Mr. Eazi is exhausted. He’s shot three music videos over the past three days. “If I see one more camera, I’m gonna punch it,” he quips, the exhaustion clear in his speech.
He’ll barely be able to catch a bit of respite because in a couple of hours he’ll be flying out to London before heading off to his show in Dublin. As he explains this, he remembers that he still needs to pick up his passport. Him and his manager debate the exact pick-up hours and how they’re going to go about making sure everything runs smoothly.
Yesterday, Mr. Eazi was in Durban and on one of his Instagram Story posts he gushed over the city and said he’d love to move there. “Durban is like Miami,” he says. “And Miami is my favourite place in the US. So when I got to Durban I was like, ‘Where are we?’ I’ve been to Cape Town and I still felt like I was in South Africa. I’ve been in Joburg so many times… But when I was in Durban it was like I was in a different place. The soul of Durban is just different.”
Mr. Eazi has a cosy, laid-back demeanour – and his music is no different. His lyrics tend to be simple, easy to sing along to, full of slang, and his hooks are typically repetitive. However, two of his recent releases, London Town and Overload, steer in a different direction. “For London Town I wanted to do something grime. I’ve been in the UK for a while now and I’ve been soaking it up. I felt like there’s no better record to signify what I’m trying to do now, which is the sonic trip from Lagos to London, than a grimy song called London Town with Giggs. Overload is not going to be on the project, but with Overload I just wanted to do a street record for Nigeria.”
Last year Mr. Eazi put out a song called Haters with Shatta Wale that was also very experimental. It was a song inspired by the sound he’d heard during a trip out in Ghana and his yearning for creating something different.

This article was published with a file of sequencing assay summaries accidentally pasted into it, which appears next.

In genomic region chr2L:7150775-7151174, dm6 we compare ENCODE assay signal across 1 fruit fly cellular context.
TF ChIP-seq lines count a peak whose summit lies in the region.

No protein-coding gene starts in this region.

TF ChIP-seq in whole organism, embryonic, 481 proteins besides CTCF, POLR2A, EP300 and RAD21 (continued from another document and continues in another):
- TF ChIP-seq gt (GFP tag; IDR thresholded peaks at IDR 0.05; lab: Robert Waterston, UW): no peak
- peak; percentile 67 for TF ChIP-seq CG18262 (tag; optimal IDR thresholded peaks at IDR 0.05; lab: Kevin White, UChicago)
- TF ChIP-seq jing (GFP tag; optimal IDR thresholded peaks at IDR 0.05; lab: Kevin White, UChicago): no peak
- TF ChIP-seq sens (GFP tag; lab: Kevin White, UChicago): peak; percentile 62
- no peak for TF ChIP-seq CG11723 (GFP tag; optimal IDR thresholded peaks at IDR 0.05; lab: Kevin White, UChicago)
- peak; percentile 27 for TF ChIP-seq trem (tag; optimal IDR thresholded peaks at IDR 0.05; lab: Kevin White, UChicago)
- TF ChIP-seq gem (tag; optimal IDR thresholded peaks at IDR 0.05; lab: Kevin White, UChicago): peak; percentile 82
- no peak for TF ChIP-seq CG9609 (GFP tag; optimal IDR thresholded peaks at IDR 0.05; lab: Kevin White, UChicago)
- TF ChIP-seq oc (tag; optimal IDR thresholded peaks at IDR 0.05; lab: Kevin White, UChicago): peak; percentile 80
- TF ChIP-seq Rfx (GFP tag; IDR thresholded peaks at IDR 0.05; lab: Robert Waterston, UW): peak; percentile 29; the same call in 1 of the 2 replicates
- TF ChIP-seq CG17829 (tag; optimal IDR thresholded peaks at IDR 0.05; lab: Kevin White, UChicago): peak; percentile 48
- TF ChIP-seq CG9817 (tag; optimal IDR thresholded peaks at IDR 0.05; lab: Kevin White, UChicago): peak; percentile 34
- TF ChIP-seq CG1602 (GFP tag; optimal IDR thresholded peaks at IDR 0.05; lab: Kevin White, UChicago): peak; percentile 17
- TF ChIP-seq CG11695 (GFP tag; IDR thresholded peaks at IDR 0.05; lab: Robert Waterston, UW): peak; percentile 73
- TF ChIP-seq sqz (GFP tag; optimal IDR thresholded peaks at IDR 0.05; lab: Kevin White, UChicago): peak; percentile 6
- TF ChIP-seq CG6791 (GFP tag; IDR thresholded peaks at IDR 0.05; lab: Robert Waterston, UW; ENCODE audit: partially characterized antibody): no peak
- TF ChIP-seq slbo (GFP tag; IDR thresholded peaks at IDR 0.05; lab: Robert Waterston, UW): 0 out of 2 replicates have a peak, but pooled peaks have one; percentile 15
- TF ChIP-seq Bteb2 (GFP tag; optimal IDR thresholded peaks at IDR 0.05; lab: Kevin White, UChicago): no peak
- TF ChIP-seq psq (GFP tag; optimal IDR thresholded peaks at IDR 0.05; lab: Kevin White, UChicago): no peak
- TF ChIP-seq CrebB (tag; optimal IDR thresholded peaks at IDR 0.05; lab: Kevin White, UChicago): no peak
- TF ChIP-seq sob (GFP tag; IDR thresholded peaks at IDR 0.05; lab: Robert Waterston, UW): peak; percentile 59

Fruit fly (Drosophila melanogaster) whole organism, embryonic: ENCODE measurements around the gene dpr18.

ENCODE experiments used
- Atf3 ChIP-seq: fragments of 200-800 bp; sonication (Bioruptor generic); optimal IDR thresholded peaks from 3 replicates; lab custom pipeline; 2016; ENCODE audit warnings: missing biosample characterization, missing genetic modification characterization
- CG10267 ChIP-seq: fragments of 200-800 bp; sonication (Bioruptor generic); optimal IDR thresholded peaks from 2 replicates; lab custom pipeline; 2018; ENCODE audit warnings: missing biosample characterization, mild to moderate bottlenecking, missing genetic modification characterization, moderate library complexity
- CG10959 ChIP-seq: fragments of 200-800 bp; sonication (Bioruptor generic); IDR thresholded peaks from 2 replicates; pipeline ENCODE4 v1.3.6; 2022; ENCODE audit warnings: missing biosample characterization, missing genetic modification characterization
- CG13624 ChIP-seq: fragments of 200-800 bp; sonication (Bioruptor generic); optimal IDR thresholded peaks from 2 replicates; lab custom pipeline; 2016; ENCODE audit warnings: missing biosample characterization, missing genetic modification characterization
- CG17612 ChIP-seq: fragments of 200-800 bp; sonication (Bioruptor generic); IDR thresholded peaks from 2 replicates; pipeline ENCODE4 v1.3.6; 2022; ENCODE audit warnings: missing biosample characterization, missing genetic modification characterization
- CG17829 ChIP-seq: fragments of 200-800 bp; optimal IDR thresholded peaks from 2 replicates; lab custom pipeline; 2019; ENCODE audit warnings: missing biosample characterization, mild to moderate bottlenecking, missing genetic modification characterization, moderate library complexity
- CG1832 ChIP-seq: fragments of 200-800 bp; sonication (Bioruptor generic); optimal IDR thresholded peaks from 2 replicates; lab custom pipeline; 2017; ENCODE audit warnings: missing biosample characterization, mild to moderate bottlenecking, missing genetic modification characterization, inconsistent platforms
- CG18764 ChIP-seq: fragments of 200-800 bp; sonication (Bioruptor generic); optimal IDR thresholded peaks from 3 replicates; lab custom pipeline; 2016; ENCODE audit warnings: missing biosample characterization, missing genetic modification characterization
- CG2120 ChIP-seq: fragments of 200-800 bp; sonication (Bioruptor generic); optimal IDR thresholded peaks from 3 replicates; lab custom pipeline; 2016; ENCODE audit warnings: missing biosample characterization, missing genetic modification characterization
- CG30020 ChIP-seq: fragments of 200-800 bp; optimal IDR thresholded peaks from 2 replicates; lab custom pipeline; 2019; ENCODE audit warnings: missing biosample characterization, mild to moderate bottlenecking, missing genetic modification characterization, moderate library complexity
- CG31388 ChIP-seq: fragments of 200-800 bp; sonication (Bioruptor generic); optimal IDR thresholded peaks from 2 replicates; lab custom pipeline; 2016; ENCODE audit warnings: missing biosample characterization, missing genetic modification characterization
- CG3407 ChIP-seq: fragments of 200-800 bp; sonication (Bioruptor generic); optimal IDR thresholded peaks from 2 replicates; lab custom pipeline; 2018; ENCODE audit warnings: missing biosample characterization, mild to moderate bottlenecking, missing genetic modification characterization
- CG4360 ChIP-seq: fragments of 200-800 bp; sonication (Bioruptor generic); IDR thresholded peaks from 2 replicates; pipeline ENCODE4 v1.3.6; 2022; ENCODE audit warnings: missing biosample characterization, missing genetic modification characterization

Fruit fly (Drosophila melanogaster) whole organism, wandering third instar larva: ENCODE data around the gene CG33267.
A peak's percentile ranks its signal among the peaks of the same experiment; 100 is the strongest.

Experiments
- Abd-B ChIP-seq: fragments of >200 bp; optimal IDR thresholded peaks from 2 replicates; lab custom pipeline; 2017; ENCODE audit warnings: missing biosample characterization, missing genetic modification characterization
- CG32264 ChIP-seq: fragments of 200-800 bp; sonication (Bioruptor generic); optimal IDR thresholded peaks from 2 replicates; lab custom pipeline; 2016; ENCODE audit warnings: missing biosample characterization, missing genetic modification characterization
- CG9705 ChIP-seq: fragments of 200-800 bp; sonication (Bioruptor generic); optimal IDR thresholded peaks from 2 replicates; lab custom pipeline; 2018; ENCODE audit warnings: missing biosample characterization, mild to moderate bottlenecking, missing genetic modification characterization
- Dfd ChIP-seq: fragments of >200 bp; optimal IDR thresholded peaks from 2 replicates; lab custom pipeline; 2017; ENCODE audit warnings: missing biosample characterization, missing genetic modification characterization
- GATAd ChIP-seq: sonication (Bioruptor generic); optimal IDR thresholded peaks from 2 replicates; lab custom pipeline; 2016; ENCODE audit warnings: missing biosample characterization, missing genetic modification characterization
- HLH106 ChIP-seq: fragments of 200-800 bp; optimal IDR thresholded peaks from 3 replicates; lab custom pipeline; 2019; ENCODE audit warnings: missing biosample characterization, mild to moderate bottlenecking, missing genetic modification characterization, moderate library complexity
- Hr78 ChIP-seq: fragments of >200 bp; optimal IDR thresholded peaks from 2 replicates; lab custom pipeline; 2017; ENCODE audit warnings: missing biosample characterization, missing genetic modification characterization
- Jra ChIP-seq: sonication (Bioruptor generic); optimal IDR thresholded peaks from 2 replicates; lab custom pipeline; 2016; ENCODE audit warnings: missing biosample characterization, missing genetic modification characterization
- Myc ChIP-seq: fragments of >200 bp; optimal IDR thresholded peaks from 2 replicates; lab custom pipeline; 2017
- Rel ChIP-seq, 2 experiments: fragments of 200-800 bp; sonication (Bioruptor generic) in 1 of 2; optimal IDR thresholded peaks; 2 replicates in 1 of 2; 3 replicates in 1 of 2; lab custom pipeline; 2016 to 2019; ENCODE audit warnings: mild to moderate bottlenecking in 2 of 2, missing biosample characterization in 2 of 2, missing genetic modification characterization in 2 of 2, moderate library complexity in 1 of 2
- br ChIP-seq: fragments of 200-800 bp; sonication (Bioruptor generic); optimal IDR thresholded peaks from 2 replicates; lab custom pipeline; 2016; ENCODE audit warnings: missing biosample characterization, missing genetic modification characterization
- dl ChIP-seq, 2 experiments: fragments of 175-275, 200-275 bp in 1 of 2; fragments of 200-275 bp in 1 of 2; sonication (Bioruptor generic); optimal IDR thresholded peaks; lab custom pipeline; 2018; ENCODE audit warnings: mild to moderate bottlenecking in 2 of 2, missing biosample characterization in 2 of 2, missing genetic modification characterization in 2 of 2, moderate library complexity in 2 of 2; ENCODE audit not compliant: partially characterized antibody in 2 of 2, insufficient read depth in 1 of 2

I ask him how challenging it’s been moving away from the sound he’s become so synonymous with and what inspired the new direction. “To be honest, I was bored,” he says, frankly. “On my laptop there’s probably 100 records that will never come out because I’m listening to it and it feels the same. But sometimes I’m wrong, like, I’d never have put out Pour Me Water because I felt like it sounded like Leg Over. But we were just like this is not the main single so let’s just put it out because we had not put out any record since Accra to Lagos. We dropped it and boom it became a single so we had to hold off on the other record, which I gave to a DJ. He put that record out in December and it didn’t do anything.”
Another such example is Leg Over, which also wasn’t meant to be a single until it leaked and blew up. “I felt it was boring. I felt it was too me. It’s like when there’s a certain meal you cook every time and they know you because you cook it so well. Let’s use pasta as an example. After some time you’re not going to be excited about making pasta anymore. And then you want to cook something different but for all you know the people eating your food are not coming to you because you can cook steak. They don’t care about your steak. Yeah, maybe your steak is nice but they don’t really care. They want to eat your pasta.”